I’m glad I hiked 1,000 miles of the CDT. I’m also happy to be home. Being away from home for two months created substantial problems as I anticipated, even with Betsy’s frequent help. Being home after being on the trail reminds me how much I take for granted the comforts of home. Like the refrigerator.
CDT is advertised as a brutal, potentially lonely experience. Much of the trail isn’t a trail but a route on roads or paths beat out by the feet of hikers. My feet didn’t like hiking on gravel and paved roads. In Colorado the trail improved greatly, especially where it coincided with the Colorado Trail. Loneliness reflects the paucity of long-distance hikers on this trail. I recall CDT volunteer Radar mentioning in Lordsburg that this year’s crop of north-bound through hikers was the biggest ever-around 350. I didn’t see many section hikers or folks out for a stroll in New Mexico. Some days I didn’t see another person. I camped alone 90 percent of the time. I would have preferred to camp alone zero percent of the time. The massive tree mortality in northern NM and southern CO presents an enormous challenge to the CDT Coalition to clear deadfalls from the trail. Chain saw training anyone?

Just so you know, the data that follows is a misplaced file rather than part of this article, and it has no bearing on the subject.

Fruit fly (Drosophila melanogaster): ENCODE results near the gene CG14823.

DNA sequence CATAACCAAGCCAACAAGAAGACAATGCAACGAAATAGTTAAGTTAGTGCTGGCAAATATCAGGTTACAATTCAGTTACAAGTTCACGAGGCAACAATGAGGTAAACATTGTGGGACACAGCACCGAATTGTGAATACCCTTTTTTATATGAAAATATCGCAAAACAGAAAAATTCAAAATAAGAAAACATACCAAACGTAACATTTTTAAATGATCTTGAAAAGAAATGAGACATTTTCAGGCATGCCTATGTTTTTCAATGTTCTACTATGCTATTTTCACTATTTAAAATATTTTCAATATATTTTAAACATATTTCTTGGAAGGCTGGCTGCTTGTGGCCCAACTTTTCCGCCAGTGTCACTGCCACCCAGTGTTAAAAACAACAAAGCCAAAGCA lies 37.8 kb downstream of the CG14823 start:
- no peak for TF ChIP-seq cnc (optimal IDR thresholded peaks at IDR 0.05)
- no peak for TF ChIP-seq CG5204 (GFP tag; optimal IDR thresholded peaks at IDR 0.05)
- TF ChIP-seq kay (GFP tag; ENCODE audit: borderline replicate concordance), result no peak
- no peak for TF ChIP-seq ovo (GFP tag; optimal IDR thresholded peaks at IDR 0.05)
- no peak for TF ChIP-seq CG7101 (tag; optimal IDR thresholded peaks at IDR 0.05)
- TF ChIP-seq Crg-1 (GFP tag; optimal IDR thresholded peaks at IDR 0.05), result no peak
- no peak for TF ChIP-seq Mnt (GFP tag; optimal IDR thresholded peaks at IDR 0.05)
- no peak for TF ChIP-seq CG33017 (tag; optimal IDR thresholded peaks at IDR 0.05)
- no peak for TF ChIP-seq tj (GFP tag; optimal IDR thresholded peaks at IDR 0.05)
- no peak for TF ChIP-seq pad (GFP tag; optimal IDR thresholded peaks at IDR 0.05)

After 10 days at home, my feet are pretty much healed. They don’t hurt any more. If I didn’t have a book to write, a speaking business to promote, a wildflower garden to tend (see photo), and other responsibilities at home, I’d be happy to get back on the CDT. But that will have to wait for another year.